Notice that broken play ministry is NOT just having a good conversation with someone. It’s got to be ministry – applying the word of God into someone’s life.

Yes, some people find this type of ministry easier than others. But this is something we should all try and develop skills in; becoming a team of broken-play experts.

Debunking the need to preach a book all at once

There seems to be an idea that exegetical preaching means more than simply walking through a book with your congregation. Somewhere along the line, we started to think that you had to do that entire walk in the space of a school term – 10 or 11 weeks.

And that works semi-ok for some books; Colossians, Philippians, Ephesians, etc. And it works ok for some sections of the gospels or other narratives; Gen 1-11, Exo 1-12, Mark 1-8, Rev 1-7, etc.

But the reality is that these these two ideas “preaching thru a book well” and “only doing a book for a limited number of weeks” have two very different intentions, and they end up hurting each other. On one hand, there’s so much in Colossians, Ephesians and others that breaking them up into 10 parts STILL glosses over heaps of really amazing ideas. 10 weeks still isn’t long enough for these books. On the other hand, apart from the Pastoral Epistles, you’re still going to break up a book to preach it in 10 weeks. Preaching Mark 1-8 is not preaching Mark.

Here’s two things we’ve started:

  1. Preach slowly through a book over years. We’ve started Romans a few years ago, just working through a few verses every term 2. If we had our time again, I reckon we’d move through it even slower.
  2. Give your less-often preachers a book/series that they can do over years, a few weeks at a time. I’ve been working through Acts 4 weeks at a time. When else would you get to take your congregation through Acts??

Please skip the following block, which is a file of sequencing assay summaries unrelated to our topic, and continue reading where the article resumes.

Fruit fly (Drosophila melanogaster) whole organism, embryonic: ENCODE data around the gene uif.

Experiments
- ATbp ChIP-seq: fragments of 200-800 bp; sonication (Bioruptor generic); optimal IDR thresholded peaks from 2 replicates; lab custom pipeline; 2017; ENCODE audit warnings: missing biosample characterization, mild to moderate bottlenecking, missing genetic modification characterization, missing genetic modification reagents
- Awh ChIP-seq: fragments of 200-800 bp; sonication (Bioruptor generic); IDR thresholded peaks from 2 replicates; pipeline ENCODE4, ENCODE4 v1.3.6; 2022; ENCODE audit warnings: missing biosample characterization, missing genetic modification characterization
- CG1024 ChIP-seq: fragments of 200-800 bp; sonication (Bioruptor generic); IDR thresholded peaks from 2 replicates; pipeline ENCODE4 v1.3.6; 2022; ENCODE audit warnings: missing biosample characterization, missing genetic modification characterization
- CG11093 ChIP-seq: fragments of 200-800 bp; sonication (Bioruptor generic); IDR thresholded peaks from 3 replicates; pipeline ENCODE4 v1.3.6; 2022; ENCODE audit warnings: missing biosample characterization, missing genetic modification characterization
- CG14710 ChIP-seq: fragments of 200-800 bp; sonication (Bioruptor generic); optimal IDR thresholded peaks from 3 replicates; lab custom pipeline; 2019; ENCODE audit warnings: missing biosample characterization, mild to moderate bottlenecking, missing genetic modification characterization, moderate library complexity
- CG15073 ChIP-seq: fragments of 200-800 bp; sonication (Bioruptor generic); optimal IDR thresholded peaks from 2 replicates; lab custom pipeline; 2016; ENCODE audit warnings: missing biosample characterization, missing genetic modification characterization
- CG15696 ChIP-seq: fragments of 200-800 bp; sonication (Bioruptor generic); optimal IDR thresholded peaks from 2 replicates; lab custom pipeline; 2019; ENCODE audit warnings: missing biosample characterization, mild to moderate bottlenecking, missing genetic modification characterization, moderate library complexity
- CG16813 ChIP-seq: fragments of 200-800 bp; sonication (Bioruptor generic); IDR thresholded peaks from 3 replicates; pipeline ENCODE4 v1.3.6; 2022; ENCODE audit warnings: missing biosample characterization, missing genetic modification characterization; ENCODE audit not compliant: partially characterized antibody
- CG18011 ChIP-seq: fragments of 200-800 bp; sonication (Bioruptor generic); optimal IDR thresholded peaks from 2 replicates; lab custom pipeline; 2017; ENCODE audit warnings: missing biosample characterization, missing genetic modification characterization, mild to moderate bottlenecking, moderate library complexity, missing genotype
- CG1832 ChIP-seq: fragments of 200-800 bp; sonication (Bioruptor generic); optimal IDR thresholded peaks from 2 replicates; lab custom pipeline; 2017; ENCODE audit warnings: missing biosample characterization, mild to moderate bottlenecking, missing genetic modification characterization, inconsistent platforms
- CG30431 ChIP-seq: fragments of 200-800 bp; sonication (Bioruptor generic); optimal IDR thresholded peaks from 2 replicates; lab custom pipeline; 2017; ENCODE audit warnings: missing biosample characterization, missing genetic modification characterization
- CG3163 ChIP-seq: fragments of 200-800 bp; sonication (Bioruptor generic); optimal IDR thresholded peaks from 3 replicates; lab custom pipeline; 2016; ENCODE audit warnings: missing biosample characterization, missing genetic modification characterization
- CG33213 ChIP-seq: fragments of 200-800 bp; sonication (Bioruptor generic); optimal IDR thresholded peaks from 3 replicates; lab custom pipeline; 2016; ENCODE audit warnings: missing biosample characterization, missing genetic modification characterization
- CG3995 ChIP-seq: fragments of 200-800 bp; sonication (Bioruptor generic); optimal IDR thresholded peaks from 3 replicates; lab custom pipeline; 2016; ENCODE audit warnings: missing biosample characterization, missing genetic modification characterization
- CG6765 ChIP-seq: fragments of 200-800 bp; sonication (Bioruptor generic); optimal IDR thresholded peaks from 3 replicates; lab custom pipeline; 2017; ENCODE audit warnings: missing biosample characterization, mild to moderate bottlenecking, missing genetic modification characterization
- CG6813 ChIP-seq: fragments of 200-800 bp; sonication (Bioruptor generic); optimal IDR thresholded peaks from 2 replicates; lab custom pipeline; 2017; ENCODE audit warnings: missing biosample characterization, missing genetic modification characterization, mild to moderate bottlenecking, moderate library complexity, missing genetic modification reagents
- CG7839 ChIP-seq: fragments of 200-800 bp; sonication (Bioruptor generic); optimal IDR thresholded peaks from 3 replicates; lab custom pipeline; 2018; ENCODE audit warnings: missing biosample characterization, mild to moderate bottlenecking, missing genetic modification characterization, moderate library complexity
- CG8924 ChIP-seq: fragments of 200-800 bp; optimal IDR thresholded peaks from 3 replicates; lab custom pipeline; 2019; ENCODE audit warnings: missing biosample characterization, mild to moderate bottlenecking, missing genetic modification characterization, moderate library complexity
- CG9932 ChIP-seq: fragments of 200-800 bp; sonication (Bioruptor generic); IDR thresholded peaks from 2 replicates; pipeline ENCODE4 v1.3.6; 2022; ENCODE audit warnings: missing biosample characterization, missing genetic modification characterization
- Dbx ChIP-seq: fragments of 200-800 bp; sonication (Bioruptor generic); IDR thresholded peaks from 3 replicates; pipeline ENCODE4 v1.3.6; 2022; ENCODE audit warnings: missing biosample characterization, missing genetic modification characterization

The other value of this is that it makes each of your staff an “expert” in a book. It deepens the exegetical scholarship of your staff team.

Join the team, not the job description

If you’ve got staff who are “church members” first, the next step is not to offer them a job. The next step is to offer them a spot on the staff team.
Again this is an important distinction. Team members do what’s best for the team and the church.
So if you’re a front row forward, and you get caught with the ball on the wing, you don’t say, “uh, I’m not paid the sprint, I’m just a forward.” No! You sprint your chubby little legs off and do the best you can for the good of the team. If your a striker and they need you in defence you don’t moan about it, you get in there and do your job – serve the team.
That’s the distinction right there. What do the members of your staff team see as their job? If their first thought is some role or task… they might not have understood this. If they say “I serve the church and the staff team by…” that’s more what you’d want to hear.
You want a staff team who are all happy to do jobs their not suited to because that’s what the church needs.
That’s team work.
Join the team, not the job.